A number of approaches may be used to determine the average queue utilization, the first aggregate utilization and the second aggregate utilization. In one example embodiment of the method 300, the average queue utilization, the first aggregate utilization and the second aggregate utilization may be calculated as respective exponentially weighted moving averages (EWMAs). An EWMA is a moving average calculation that is based on instantaneous measurements of data buffering resource utilization (e.g., for the queue, egress port and data switch) over time.

In an example embodiment, the frequency for updating the EWMA corresponding with the destination queue utilization may be determined based on a timer. Alternatively, the destination queue utilization calculation may be updated each time a data frame is sent to the destination queue. The frequency of updating the EWMAs for the first aggregate utilization (e.g., for the egress port 200) and the second aggregate utilization (e.g., for the data switch 120) may be determined in like fashion as the EWMA for the destination queue, as was described above.

In an example embodiment, the average queue utilization, the first aggregate utilization and the second aggregate utilization may each be calculated based on the following equation (Eq. 1):


Util_avg(t)=(1−W)×Util_avg(t−1)+Util_inst×W Eq. 1

where Util_avg(t) is the updated average ulitization. W is a weighting fact that may be user specified. The value of W may be adjusted to reduce or prevent the occurrence of false indications of congestion based on transient increases in data traffic that result in momentary increases in data buffering resource utilization. Util_avg(t−1) is the previous value of the utilization average being calculated. Util_inst is the instantaneous utilization of the buffering resource for which the average utilization is being calculated. The EWMAs for the average queue utilization, the first aggregate utilization and the second aggregate utilization may also be calculated using the following equation (Eq. 2), where the parameters are the same as in Eq. 1.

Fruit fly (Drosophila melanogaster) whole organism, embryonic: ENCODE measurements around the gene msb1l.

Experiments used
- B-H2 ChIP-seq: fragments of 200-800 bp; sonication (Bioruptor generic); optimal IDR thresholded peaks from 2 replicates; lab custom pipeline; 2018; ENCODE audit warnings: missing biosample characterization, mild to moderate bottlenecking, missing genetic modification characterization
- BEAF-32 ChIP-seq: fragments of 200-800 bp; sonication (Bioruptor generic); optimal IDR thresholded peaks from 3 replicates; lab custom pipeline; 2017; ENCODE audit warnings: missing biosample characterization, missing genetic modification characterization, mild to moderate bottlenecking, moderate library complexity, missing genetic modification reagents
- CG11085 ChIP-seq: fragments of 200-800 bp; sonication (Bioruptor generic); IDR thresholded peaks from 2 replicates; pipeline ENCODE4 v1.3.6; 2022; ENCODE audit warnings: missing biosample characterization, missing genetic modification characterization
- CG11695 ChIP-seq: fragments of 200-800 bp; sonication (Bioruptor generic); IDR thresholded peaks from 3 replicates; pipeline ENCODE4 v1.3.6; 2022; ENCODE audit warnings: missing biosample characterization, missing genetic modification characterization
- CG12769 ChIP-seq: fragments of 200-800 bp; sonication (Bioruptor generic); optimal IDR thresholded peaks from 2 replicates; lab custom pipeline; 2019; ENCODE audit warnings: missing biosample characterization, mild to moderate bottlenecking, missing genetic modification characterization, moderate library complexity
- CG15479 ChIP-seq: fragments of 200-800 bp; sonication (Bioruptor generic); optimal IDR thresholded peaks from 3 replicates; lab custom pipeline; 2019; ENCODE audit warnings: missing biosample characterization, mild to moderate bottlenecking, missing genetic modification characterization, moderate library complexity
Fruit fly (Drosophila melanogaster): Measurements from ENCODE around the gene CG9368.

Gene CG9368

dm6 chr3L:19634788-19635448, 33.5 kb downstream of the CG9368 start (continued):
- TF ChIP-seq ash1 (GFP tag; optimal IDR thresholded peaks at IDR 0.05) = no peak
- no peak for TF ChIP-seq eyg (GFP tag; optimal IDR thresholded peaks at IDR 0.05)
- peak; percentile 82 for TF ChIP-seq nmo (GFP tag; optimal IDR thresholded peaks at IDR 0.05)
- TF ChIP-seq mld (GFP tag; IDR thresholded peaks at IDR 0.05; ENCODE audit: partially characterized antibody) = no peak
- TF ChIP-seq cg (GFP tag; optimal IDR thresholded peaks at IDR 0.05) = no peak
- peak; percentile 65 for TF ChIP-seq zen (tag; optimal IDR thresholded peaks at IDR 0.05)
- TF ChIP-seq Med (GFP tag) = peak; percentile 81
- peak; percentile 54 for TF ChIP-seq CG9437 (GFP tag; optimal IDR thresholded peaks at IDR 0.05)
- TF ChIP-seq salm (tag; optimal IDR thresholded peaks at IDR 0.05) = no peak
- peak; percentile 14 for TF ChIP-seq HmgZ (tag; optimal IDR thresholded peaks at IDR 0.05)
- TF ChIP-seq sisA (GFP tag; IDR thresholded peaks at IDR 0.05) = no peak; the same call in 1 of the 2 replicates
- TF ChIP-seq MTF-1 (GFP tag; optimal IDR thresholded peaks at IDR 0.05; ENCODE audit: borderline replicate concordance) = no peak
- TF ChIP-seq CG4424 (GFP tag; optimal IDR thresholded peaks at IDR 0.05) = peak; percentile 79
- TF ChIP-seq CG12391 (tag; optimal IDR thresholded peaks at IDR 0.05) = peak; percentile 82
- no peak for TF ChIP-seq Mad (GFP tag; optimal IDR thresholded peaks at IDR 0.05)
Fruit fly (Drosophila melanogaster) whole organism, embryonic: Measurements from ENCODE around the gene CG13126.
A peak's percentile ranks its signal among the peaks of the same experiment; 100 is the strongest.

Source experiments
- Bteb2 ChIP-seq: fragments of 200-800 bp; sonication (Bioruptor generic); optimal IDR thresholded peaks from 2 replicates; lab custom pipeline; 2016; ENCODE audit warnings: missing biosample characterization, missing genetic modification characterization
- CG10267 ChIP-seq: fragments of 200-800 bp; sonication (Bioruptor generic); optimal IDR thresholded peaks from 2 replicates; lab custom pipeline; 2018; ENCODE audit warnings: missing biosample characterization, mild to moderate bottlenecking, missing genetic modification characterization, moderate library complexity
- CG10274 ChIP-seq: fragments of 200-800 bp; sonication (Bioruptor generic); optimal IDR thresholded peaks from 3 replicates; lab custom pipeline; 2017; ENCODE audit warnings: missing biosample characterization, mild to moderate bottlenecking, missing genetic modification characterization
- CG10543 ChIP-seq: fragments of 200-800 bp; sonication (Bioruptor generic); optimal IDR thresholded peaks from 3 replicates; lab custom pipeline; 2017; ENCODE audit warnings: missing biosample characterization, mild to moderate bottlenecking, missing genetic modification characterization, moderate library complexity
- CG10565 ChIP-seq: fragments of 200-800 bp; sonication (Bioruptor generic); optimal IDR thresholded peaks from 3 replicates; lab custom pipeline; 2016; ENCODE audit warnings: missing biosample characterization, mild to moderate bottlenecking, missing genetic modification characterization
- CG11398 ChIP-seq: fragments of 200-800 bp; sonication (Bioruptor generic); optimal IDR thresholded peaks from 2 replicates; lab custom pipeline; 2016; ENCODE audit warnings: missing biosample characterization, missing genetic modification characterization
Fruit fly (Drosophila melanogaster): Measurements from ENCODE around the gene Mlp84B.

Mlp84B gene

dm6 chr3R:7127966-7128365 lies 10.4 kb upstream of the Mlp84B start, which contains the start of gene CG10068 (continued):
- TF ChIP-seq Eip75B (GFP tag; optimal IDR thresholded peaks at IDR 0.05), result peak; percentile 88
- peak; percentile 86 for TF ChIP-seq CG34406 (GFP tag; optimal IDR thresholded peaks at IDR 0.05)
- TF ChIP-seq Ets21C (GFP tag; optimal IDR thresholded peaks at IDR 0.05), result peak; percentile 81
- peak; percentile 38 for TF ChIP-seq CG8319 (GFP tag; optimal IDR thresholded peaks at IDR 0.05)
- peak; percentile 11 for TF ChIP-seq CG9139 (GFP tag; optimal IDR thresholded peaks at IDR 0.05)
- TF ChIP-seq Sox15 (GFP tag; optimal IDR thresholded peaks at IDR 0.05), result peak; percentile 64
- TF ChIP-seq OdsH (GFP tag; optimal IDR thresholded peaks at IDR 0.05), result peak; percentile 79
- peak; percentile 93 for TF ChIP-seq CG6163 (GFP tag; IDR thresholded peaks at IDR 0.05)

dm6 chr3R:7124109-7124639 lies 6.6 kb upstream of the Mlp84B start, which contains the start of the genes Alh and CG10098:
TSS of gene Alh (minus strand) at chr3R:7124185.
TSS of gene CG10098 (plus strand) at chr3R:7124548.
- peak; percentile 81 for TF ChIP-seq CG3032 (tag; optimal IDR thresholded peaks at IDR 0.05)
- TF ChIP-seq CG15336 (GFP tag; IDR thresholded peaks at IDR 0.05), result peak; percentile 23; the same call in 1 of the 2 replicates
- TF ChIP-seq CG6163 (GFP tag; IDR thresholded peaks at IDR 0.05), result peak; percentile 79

Util_avg(t)=Util_avg(t−1)+W×(Util_inst−Util_avg(t−1)) Eq. 2

In an example embodiment, the equations for calculating the EWMAs for the average queue utilization, the first aggregate utilization and the second aggregate utilization may be modified to better account for draining of (data exiting) the data buffering resources for which the calculations are being made. The modification to the average utilization calculations of Equations 1 and 2 is shown by the following equation (Eq. 3), where the parameters are the same as in Equations 1 and 2.


Util_avg=(Util_avg>Util_inst)?(Util_inst, Util_avg) Eq. 3